Maine Cooks Up Improvements to Firearm Relinquishment

A pinch of serendipity, several cups of collaboration, and a dash of ingenuity were the ingredients that cooked up significant system change and improved safety for domestic violence victims in Maine.

The Maine judicial branch was in the process of transitioning to an electronic filing system, and part of that transition involved a comprehensive review of all court forms.

The Family Division of the Maine judicial branch reviewed the protection order forms and saw an opportunity for improvement in the handling of protective orders. At the same time, the Maine Commission on Domestic Violence and Sexual Abuse was working toward identifying and closing gaps around firearm relinquishment following the issuance of a protective order, a long-standing recommendation of Maine’s Domestic Abuse Homicide Review Panel, a committee of the Commission. The Maine Coalition to End Domestic Violence had proposed that the Commission establish a multi-disciplinary work group to take on the project and provided staff support to provide both content expertise and convene the group. With both projects seeking process improvements to enhance compliance with the courts’ relinquishment orders, a collaborative statewide firearm relinquishment working group was formed that included representatives from law enforcement, prosecution, dispatch, advocacy, the courts and others. The ingenuity of this collaborative effort created new forms and protocol to close several identified gaps in firearm relinquishment.

First, the working group addressed a delay in the service of protection orders.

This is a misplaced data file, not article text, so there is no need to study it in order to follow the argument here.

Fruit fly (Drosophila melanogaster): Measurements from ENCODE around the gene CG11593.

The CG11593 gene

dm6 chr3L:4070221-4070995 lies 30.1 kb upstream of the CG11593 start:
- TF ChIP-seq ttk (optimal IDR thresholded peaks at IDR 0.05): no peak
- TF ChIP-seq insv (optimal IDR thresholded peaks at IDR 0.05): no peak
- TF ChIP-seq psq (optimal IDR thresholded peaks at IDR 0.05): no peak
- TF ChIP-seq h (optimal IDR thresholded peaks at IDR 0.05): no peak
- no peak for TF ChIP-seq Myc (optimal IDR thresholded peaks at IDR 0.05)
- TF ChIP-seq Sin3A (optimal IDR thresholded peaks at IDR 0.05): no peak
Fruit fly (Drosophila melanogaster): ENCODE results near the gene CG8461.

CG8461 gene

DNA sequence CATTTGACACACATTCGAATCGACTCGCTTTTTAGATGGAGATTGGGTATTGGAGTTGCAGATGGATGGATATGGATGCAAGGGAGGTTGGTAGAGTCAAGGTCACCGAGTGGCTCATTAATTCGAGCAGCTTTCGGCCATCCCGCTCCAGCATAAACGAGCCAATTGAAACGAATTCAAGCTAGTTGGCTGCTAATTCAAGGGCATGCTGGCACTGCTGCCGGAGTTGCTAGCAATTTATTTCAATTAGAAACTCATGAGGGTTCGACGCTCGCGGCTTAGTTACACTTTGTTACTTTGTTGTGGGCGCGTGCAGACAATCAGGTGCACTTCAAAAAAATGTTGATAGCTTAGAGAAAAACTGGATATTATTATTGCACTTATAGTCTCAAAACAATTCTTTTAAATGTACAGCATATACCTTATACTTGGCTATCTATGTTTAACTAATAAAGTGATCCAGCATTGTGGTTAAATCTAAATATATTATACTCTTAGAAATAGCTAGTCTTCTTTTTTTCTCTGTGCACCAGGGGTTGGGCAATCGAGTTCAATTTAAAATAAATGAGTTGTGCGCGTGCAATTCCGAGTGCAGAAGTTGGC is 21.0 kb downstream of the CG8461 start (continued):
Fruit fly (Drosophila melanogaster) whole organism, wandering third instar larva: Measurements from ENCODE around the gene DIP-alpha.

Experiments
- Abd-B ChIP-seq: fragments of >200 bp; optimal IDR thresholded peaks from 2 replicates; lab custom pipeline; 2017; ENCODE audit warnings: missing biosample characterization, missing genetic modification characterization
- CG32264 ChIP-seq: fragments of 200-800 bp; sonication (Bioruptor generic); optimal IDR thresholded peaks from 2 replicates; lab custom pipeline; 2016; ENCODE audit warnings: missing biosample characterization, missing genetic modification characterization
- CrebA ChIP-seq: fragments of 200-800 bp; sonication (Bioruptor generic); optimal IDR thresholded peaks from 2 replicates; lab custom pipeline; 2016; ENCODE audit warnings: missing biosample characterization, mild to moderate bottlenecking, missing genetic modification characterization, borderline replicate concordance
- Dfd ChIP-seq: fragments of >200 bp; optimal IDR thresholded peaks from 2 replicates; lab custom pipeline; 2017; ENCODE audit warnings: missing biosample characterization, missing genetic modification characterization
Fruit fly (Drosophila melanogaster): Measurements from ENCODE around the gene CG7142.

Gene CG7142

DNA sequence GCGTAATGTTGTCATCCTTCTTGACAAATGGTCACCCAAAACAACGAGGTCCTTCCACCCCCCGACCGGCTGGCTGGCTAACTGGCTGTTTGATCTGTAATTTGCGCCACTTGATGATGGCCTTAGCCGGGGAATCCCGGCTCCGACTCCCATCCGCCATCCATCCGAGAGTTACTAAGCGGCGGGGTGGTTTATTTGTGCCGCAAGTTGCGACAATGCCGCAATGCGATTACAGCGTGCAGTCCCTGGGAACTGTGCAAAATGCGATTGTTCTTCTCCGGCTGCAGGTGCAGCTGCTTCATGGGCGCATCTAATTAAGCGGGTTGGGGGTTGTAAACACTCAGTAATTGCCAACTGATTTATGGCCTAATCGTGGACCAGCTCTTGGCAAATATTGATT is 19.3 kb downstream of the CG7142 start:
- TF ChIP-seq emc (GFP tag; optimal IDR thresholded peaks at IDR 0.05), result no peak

Prior to the enactment of these process improvements, protective orders, once granted by the court, were delivered to law enforcement for service either by mail or in person by the petitioner seeking the protective order. This procedure resulted in delay in getting protective orders served, exposed petitioners to unnecessary risk, and was unduly burdensome to the petitioners. As part of the protocol changes made, the court granting a protection order now identifies the agency responsible for coordinating service and weapons relinquishment. Following the hearing, court clerks call dispatch for the identified coordinating law enforcement agency and upload the necessary documents to an interface with law enforcement so the documents can be accessed electronically. This process that before could take days, now takes minutes.

An additional gap addressed by the working group was one of communication.

The working group sought to close the communication loop so the court ordering relinquishment and the petitioner requesting the protective order would know whether weapons were relinquished to law enforcement. A notice of relinquishment of weapons form was created to be completed by law enforcement upon service of the order or taking possession of the weapons. Once completed, this form is then sent to the court. The court sends copies of the completed notice of firearm relinquishment, along with an informational sheet that explains what to do if not all firearms have been relinquished or the notice is inaccurate to both the petitioner and the respondent in protective order cases. 2 The firearm working group plans to collect and analyze data on the new protocol and forms to ensure they are being used and having the desired outcome. Now in its third year, the working group doesn’t intend to stop there and will continue to collaborate to close other identified gaps. The recipe that created successful system change in Maine can be replicated and tweaked by other communities to cook up surrender success in other places.